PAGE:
Spain, 1469-1714: A Society of Conflict

Spain, 1469-1714: A Society of Conflict

by Henry Kamen

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For nearly two centuries Spain was the world’s most influential nation, dominant in Europe and with authority over immense territories in America and the Pacific. Because none of this was achieved by its own economic or military resources, Henry Kamen sets out to explain how it achieved the unexpected status of world power, and examines political events and foreign policy through the reigns of each of the nation’s rulers, from Ferdinand and Isabella at the end of the fifteenth century to Philip V in the 1700s.

He explores the distinctive features that made up the Spanish experience, from the gold and silver of the New World to the role of the Inquisition and the fate of the Muslim and Jewish minorities. In an entirely re-written text, he also pays careful attention to recent work on art and culture, social development and the role of women, as well as considering the obsession of Spaniards with imperial failure, and their use of the concept of ‘decline’ to insist on a mythical past of greatness. The essential fragility of Spain’s resources, he explains, was the principal reason why it never succeeded in achieving success as an imperial power.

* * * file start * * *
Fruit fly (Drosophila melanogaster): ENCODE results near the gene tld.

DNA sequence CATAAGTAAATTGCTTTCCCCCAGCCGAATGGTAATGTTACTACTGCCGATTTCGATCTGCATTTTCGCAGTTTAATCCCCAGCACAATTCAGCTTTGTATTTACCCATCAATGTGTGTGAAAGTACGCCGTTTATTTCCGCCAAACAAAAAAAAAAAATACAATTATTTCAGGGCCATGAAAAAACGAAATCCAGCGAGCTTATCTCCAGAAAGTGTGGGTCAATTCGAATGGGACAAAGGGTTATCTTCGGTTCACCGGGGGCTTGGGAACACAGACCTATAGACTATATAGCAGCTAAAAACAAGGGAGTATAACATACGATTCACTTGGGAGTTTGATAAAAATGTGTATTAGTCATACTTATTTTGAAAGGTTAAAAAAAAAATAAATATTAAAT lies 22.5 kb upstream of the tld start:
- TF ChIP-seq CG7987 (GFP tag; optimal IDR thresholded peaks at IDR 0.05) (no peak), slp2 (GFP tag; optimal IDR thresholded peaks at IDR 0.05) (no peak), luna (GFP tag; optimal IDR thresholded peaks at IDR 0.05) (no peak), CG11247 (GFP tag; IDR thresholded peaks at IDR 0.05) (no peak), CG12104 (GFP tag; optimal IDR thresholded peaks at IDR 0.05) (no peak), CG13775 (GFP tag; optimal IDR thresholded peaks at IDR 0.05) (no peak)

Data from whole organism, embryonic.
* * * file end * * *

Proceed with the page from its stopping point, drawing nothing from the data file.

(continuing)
This completely updated fourth edition of Henry Kamen’s authoritative, accessible survey of Spanish politics and civilisation in the Golden Age of its world experience substantially expands the coverage of themes and takes account of the latest published research.

Product Details

ISBN-13: 9781317754992
Publisher: Taylor & Francis
Publication date: 03/26/2014
Sold by: Barnes & Noble
Format: NOOK Book
Pages: 324
File size: 4 MB

About the Author

Henry Kamen obtained his doctorate at Oxford and has been a professor at universities in Britain, Spain and the United States. He is emeritus of the Higher Council for Scientific Research, Spain, and a Fellow of the Royal Historical Society, London. An eminent authority on Spanish history, he has written over twenty studies in the field, including The Spanish Inquisition (new edition, 2014), Philip of Spain (1997), Spain’s Road to Empire (2002), and The Escorial (2010).

Table of Contents

Preface to the Fourth Edition.  List of maps.  Glossary.  A note on coinage.  Prelude.  1. The Catholic Monarchs 1469–1516.  2. The rise of empire: Charles V 1516–1558.  3. A world power: Philip II 1556–1598.  4. The crisis of government 1598–1660.  5. Spain’s people in an age of crisis.  The survival of the middle classes.  6. The end of the old empire 1660–1714.  Appendix 1. Dynastic table of Spanish rulers, 1474–1700.  Appendix 2. Economic and demographic statistics.  Maps.  Bibliographical Note.  Index. 

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